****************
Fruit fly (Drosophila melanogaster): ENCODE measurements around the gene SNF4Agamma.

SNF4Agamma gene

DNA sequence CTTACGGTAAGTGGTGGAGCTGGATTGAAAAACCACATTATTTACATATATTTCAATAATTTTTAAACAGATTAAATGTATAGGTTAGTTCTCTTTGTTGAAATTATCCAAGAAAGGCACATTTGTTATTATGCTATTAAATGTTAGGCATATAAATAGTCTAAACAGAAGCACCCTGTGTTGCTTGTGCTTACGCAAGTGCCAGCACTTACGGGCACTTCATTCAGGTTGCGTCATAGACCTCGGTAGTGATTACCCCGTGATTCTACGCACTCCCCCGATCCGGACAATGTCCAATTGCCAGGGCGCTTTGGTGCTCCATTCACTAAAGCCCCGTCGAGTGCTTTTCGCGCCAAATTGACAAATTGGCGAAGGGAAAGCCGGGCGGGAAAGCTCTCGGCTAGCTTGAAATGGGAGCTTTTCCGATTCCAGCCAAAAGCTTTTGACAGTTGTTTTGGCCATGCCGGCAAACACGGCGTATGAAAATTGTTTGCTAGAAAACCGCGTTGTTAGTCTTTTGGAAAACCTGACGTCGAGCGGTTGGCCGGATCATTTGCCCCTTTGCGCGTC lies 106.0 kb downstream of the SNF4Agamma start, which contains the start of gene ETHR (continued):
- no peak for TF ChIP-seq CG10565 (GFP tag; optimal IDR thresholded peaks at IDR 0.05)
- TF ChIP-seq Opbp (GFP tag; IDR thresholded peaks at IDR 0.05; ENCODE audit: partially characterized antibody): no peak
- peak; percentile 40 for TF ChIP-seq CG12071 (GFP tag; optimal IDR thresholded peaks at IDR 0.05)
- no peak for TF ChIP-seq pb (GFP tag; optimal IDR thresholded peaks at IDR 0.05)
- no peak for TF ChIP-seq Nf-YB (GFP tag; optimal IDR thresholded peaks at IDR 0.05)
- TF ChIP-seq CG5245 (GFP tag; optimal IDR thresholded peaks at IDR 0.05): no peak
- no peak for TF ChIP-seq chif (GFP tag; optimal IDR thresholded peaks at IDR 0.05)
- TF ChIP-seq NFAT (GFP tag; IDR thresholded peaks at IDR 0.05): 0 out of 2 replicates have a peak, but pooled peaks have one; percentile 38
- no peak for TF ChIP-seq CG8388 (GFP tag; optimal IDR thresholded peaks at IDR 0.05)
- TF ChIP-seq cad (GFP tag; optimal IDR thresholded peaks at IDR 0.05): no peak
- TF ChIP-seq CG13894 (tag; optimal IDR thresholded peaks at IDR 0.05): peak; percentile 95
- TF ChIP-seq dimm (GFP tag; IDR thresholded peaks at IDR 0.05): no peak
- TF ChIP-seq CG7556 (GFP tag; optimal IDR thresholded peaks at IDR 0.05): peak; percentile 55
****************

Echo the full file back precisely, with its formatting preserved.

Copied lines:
Fruit fly (Drosophila melanogaster): ENCODE measurements around the gene SNF4Agamma.

SNF4Agamma gene

DNA sequence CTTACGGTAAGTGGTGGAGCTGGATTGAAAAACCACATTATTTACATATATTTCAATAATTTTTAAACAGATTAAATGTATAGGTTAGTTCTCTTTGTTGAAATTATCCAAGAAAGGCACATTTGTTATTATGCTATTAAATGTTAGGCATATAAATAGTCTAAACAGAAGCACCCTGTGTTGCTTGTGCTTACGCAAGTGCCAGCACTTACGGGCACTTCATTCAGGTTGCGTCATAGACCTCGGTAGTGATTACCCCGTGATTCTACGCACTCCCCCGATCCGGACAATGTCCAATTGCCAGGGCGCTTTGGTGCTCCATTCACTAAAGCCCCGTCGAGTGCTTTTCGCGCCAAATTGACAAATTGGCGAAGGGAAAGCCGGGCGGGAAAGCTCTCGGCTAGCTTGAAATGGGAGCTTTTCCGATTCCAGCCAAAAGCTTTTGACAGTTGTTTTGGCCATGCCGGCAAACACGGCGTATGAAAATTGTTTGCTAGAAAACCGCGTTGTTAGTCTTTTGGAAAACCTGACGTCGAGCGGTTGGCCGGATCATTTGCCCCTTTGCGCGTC lies 106.0 kb downstream of the SNF4Agamma start, which contains the start of gene ETHR (continued):
- no peak for TF ChIP-seq CG10565 (GFP tag; optimal IDR thresholded peaks at IDR 0.05)
- TF ChIP-seq Opbp (GFP tag; IDR thresholded peaks at IDR 0.05; ENCODE audit: partially characterized antibody): no peak
- peak; percentile 40 for TF ChIP-seq CG12071 (GFP tag; optimal IDR thresholded peaks at IDR 0.05)
- no peak for TF ChIP-seq pb (GFP tag; optimal IDR thresholded peaks at IDR 0.05)
- no peak for TF ChIP-seq Nf-YB (GFP tag; optimal IDR thresholded peaks at IDR 0.05)
- TF ChIP-seq CG5245 (GFP tag; optimal IDR thresholded peaks at IDR 0.05): no peak
- no peak for TF ChIP-seq chif (GFP tag; optimal IDR thresholded peaks at IDR 0.05)
- TF ChIP-seq NFAT (GFP tag; IDR thresholded peaks at IDR 0.05): 0 out of 2 replicates have a peak, but pooled peaks have one; percentile 38
- no peak for TF ChIP-seq CG8388 (GFP tag; optimal IDR thresholded peaks at IDR 0.05)
- TF ChIP-seq cad (GFP tag; optimal IDR thresholded peaks at IDR 0.05): no peak
- TF ChIP-seq CG13894 (tag; optimal IDR thresholded peaks at IDR 0.05): peak; percentile 95
- TF ChIP-seq dimm (GFP tag; IDR thresholded peaks at IDR 0.05): no peak
- TF ChIP-seq CG7556 (GFP tag; optimal IDR thresholded peaks at IDR 0.05): peak; percentile 55